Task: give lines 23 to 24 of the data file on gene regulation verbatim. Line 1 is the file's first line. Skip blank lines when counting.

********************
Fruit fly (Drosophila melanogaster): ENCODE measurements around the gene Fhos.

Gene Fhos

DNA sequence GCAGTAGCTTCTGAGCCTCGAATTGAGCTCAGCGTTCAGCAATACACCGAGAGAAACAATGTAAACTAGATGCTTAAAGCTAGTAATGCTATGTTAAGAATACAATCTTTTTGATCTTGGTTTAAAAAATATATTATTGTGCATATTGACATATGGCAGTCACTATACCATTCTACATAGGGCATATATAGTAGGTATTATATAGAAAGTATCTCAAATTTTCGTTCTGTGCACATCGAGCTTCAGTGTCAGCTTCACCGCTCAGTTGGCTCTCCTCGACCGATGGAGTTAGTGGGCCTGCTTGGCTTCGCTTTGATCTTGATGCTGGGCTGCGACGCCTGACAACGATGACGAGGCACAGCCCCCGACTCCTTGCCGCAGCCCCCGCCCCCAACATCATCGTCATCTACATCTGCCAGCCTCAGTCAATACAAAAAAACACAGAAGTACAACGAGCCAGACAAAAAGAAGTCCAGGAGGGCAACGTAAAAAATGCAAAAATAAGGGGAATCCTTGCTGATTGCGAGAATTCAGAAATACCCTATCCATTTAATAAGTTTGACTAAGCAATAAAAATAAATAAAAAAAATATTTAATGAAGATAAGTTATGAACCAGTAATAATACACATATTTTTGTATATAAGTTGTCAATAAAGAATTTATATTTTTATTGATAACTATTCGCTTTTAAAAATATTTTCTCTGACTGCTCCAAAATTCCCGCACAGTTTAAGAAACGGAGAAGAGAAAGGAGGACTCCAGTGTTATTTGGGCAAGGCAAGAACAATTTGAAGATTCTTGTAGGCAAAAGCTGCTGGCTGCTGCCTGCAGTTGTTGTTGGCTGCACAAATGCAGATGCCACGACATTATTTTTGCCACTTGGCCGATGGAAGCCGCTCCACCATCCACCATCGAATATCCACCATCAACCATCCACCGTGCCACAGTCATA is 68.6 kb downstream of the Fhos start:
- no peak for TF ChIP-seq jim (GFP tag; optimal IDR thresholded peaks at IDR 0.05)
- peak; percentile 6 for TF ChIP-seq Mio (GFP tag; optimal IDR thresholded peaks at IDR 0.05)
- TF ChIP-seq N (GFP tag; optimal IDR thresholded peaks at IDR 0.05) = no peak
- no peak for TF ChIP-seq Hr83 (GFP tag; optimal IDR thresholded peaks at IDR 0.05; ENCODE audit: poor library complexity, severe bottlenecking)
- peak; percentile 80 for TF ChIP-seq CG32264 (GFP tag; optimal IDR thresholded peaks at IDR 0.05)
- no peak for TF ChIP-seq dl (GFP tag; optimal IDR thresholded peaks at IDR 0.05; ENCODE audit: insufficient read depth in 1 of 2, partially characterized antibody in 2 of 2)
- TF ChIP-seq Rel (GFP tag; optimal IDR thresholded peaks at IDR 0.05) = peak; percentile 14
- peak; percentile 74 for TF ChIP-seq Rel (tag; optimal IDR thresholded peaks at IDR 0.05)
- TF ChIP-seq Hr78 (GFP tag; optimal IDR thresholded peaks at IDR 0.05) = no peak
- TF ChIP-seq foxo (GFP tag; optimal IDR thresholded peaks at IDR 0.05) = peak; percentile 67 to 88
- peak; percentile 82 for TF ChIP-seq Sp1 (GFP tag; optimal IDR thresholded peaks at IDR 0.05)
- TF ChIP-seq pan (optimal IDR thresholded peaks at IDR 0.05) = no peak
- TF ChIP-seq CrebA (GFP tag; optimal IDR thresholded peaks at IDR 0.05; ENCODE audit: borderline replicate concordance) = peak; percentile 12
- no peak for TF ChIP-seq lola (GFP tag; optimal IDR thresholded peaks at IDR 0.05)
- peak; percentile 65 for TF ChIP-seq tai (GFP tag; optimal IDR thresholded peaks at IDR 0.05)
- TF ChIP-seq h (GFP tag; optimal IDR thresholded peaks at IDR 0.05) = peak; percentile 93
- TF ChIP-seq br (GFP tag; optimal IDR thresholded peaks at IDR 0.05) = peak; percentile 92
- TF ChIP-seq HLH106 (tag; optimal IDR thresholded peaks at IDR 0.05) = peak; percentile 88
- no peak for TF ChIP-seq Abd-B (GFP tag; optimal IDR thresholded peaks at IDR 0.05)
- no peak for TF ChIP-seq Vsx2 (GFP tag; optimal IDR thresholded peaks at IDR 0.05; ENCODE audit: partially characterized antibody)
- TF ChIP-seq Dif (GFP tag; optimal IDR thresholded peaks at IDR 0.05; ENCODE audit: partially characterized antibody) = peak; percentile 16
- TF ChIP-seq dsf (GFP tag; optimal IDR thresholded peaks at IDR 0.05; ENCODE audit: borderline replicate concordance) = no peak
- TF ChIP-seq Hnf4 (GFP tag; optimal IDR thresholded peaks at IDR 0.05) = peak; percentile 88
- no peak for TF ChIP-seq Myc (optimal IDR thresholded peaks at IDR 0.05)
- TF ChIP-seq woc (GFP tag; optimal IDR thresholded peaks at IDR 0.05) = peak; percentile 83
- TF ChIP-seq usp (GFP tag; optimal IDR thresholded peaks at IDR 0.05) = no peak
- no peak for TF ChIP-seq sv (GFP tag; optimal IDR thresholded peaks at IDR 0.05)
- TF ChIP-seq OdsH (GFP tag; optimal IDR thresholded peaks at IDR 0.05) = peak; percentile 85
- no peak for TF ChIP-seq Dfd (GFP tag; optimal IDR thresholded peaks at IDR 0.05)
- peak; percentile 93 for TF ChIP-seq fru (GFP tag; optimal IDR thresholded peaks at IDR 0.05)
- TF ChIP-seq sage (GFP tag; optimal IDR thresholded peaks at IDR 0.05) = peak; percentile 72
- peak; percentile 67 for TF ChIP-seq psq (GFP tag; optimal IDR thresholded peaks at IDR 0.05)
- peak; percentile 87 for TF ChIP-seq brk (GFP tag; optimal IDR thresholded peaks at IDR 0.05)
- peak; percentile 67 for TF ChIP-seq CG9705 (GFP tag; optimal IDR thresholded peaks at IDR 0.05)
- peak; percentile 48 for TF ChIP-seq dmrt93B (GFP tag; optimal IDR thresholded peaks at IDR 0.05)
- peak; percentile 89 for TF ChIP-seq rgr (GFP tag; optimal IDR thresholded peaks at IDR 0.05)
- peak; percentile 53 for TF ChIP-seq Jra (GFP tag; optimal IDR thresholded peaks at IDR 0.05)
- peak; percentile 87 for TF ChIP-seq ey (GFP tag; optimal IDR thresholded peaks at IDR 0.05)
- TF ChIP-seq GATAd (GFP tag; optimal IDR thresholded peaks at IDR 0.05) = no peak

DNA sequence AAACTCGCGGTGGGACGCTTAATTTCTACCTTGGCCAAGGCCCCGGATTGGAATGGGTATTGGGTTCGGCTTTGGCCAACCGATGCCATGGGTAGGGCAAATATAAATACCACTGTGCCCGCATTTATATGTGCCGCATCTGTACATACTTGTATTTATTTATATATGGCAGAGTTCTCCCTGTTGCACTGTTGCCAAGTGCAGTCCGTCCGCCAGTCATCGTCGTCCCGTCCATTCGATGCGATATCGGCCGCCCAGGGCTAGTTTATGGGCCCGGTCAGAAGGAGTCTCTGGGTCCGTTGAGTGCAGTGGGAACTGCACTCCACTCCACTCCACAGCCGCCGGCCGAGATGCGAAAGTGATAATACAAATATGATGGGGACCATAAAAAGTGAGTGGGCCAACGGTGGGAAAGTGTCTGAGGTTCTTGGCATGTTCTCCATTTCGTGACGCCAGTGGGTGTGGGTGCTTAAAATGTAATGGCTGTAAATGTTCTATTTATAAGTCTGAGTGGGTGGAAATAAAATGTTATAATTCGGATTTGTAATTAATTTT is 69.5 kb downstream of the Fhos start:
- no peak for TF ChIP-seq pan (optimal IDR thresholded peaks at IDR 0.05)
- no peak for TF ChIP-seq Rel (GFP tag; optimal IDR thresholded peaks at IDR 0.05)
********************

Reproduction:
- no peak for TF ChIP-seq Vsx2 (GFP tag; optimal IDR thresholded peaks at IDR 0.05; ENCODE audit: partially characterized antibody)
- TF ChIP-seq Dif (GFP tag; optimal IDR thresholded peaks at IDR 0.05; ENCODE audit: partially characterized antibody) = peak; percentile 16